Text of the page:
In this article, I’ll explain how to solve the Bit Counting algorithm challenge on Codewars.

**Problem statement:** Given a 32-bit signed integer, how many set bits are there?

Ex: The number 15 has four bits set.

## Approach

**How do I know if a bit is set?**

A bit can either be 0 or 1. A bit is set if its value is 1.

In order to know how many bits are set in an integer, I’ll need to look at the binary representation of the integer and count how many bits are equal to 1.

This is the 32-bit binary representation of 15:

`00000000 00000000 00000000 00001111`

Code language: plaintext (plaintext)

This has four set bits. I can tell this by looking at it.

**How can I tell if a bit is set programmatically?**

I can use the bitwise AND (&) operator with a bitmask.

When two bits are ANDed, the result is 1 only if both bits are 1:

```
1 & 1 = 1
1 & 0 = 0
0 & 1 = 0
0 & 0 = 0
```

Code language: plaintext (plaintext)

The & operator ANDs each position in two numbers. The result is a number with the bits set only where it was set in both numbers.

Therefore, in order to tell if the first bit is set, I would use a bitmask with the first bit set and check if the resulting number is equal to the bitmask:

```
00000000 00000000 00000000 00001111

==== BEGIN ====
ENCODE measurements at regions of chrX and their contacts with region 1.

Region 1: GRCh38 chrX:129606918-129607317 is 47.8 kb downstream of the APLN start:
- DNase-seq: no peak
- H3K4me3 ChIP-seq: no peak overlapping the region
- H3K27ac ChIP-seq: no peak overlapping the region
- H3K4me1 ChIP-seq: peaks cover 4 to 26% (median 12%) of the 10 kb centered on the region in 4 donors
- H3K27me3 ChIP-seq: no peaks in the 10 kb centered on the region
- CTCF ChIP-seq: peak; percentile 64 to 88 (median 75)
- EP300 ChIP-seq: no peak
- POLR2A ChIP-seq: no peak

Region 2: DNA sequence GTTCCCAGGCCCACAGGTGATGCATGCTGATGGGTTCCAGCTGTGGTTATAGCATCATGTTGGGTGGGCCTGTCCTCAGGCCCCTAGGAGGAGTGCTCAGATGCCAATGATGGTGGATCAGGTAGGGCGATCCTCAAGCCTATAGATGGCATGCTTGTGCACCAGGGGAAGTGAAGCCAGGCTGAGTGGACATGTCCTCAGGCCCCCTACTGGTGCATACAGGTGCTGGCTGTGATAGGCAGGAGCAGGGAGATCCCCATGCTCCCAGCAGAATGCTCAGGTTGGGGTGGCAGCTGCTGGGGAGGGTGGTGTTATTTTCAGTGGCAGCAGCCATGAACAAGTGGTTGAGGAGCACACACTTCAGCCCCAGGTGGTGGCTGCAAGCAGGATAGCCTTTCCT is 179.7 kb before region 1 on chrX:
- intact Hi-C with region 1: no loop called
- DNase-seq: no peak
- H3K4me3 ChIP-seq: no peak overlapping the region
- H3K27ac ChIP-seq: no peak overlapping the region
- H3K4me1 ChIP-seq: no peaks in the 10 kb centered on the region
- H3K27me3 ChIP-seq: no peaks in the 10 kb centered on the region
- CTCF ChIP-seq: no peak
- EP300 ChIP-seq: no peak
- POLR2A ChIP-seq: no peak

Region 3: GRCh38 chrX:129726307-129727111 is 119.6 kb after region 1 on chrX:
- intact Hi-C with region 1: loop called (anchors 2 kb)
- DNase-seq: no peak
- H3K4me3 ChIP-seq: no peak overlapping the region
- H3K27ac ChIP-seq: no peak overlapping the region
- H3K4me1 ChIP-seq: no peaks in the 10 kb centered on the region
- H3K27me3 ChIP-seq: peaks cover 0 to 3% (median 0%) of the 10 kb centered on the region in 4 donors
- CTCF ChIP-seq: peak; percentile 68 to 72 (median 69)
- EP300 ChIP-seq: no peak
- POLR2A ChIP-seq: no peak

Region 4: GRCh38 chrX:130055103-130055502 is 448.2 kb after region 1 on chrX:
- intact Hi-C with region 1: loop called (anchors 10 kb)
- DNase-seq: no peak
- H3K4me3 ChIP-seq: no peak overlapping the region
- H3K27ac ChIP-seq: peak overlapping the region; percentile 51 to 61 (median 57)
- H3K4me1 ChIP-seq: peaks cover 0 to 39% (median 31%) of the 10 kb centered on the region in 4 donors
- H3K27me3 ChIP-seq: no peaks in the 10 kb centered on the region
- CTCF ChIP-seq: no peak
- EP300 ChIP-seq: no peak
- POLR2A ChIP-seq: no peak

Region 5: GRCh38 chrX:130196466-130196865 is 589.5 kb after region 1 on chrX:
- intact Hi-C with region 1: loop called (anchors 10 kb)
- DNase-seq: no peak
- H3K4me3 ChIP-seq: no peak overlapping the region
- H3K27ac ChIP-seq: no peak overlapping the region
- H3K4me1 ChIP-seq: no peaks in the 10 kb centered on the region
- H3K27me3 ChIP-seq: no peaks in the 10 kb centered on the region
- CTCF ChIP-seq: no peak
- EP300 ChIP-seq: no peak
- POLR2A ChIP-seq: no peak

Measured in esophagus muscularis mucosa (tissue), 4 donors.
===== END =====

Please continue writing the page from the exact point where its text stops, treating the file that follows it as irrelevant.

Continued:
&
00000000 00000000 00000000 00000001 (bitmask)
---------------------------------------------
00000000 00000000 00000000 00000001
```

Code language: plaintext (plaintext)

Because the resulting number equals the bitmask, I know the first bit is set in the other number.

**How can I check all 32 bits?**

To check the first bit I would use a bitmask with the first bit set. To check the second bit, I would use a bitmask with the second bit set. And so on.

In other words, I will have 32 bitmasks, like this:

```
00000000 00000000 00000000 00000001 (first bitmask)
00000000 00000000 00000000 00000010 (second bitmask)
...
10000000 00000000 00000000 00000000 (final bitmask)
```

Code language: plaintext (plaintext)

To increment the bitmask, I can use the bitwise LEFT-SHIFT (<<) operator.

This shifts the bits to the left by the specified count.

```
0001
<< 1
-----
0010
```

Code language: plaintext (plaintext)

**Don’t right-shift the signed integer**

Can’t I just right-shift the integer and keep ANDing with the bitmask of 1?

No.

The integer is signed, which means it can be negative. Right-shifting a negative integer does not work the same as right-shifting a positive integer. Instead of simply moving the bits one to the right, it moves the bits one to the right and then fills the bits to the left with 0’s.

For example, I’m right-shifting this negative number by 1:

```
1000
>> 1
-----
1100
```

Code language: plaintext (plaintext)

If this worked like it does with positive integers, then the result would be 0100. But it fills the left bits with 1’s, which is why the result is 1100 instead. This is why you shouldn’t right-shift a signed integer if you’re trying to count the set bits.

## Test cases

Now that I have an idea of how to solve this problem I can write test cases. I like to have a mix of base cases (0 and 1), a random case (15) that I can manually verify, and edge cases (min and max int32).

Input | Expected value |

0 | 0 |

1 | 1 |

15 | 4 |

Max int32 2,147,483,647 | 31 |

Min int32 -2,147,483,648 | 1 |

## Code

```
public int CountSetBits(int n)
{
int count = 0;
int mask = 1;
for (int i = 0; i < 32; i++)
{
if ((mask & n) == mask)
count++;
mask = mask << 1;
}
return count;
}
```

Code language: C# (cs)